Can you provide an update on your progress towards meeting the targeted increase in annual production from 3 million to 10 million tons?

Unfortunately, we did not see the expected improvements in the market last year, and our current annual production rate remains at 3 million tons. The challenging currency situation in the country is affecting the entire business cycle. Additionally, the drop in oil prices to under $50 a barrel has impacted costs, particularly labor costs, as we have had to increase salaries. Given these circumstances, we realized the importance of adding value to our operations. In our case, we aim to convert thermal coal into consumable energy, and we have been collaborating with EDM (Electricidade de Moçambique) and the Ministry of Minerals, Resources, and Energy. I’m pleased to say that we have made substantial progress on this project. We have obtained environmental clearance for the power project, and we are in discussions with EDM regarding a power-purchasing agreement. We are also in talks with the ministry to secure concession agreements. These initiatives are crucial steps towards advancing the power plant project. Once these phases are completed, our next focus will be securing financing. We hope to achieve this by the end of 2020, and construction of the project will commence thereafter. The first phase of the power plant will have a production capacity of 150MW, with an estimated cost of $350-375 million. A comprehensive report will be generated by the end of this year, which will provide a clearer picture of the required investment.

How does Jindal contribute to socioeconomic development in Mozambique?

As part of our commitment to the local community and in line with our agreement with the community and local government, we have already begun construction on 577 houses. Currently, 60 houses are under construction, and we have already completed around 60-70% of them. We are actively engaging more contractors to expedite the construction process. In addition, we provide compensation of approximately 2,000 meticals per family to support the local community. Our mining operations employ 650 workers, and nearly 200 of them are directly from the local community. Our primary focus is to increase local employment by engaging more people from the community. However, due to the remote location, finding skilled labor within the community is a challenge, even though we have implemented certain training programs as part of our corporate social responsibility goals. Last year, we trained 35 individuals, and we continue to collaborate with the community to provide technical training experiences through a local technical institute in Tete.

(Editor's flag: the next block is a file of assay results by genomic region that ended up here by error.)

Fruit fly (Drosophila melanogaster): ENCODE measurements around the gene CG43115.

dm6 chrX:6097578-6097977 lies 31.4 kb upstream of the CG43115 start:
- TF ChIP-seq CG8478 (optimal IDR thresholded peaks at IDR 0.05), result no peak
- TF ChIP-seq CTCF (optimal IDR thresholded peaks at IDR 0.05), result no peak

How does the restructuring of Jindal in India impact the operations in Mozambique?

While we require support from our parent company in India, we strive to optimize our costs here in Mozambique to minimize our dependence on India. To sustain our operations, we have a minimum requirement of $2 million. Although there is an impact from the restructuring, I do not anticipate any major problems as a result. In the context of our overall operations, this business in Mozambique is relatively small. Our current investment in Mozambique amounts to just $250,000 within an $18 billion company. Furthermore, the revenue generated by our Mozambique operations represents only 2-3% of the total group revenue, so the impact of the restructuring will be minimal.

What are your expectations for 2020?

Our main goals for 2020 are to finalize the agreement and concession for the power plant within the next three to four months. Once these milestones are achieved, our immediate focus will be on securing financing for the project. These two targets are the major priorities for us this year as we continue to work towards the expansion of our operations in Mozambique.

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